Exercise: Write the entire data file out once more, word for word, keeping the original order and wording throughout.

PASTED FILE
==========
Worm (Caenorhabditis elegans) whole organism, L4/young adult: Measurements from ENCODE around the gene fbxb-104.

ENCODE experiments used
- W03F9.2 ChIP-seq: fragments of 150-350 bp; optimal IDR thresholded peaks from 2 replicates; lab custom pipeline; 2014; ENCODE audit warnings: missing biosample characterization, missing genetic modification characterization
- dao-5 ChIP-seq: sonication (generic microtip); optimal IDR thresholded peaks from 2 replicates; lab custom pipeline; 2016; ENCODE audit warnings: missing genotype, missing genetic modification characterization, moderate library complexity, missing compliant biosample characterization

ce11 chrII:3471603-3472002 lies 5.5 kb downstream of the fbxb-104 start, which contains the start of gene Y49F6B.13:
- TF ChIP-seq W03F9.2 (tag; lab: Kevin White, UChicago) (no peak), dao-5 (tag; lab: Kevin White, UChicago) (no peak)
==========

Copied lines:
Worm (Caenorhabditis elegans) whole organism, L4/young adult: Measurements from ENCODE around the gene fbxb-104.

ENCODE experiments used
- W03F9.2 ChIP-seq: fragments of 150-350 bp; optimal IDR thresholded peaks from 2 replicates; lab custom pipeline; 2014; ENCODE audit warnings: missing biosample characterization, missing genetic modification characterization
- dao-5 ChIP-seq: sonication (generic microtip); optimal IDR thresholded peaks from 2 replicates; lab custom pipeline; 2016; ENCODE audit warnings: missing genotype, missing genetic modification characterization, moderate library complexity, missing compliant biosample characterization

ce11 chrII:3471603-3472002 lies 5.5 kb downstream of the fbxb-104 start, which contains the start of gene Y49F6B.13:
- TF ChIP-seq W03F9.2 (tag; lab: Kevin White, UChicago) (no peak), dao-5 (tag; lab: Kevin White, UChicago) (no peak)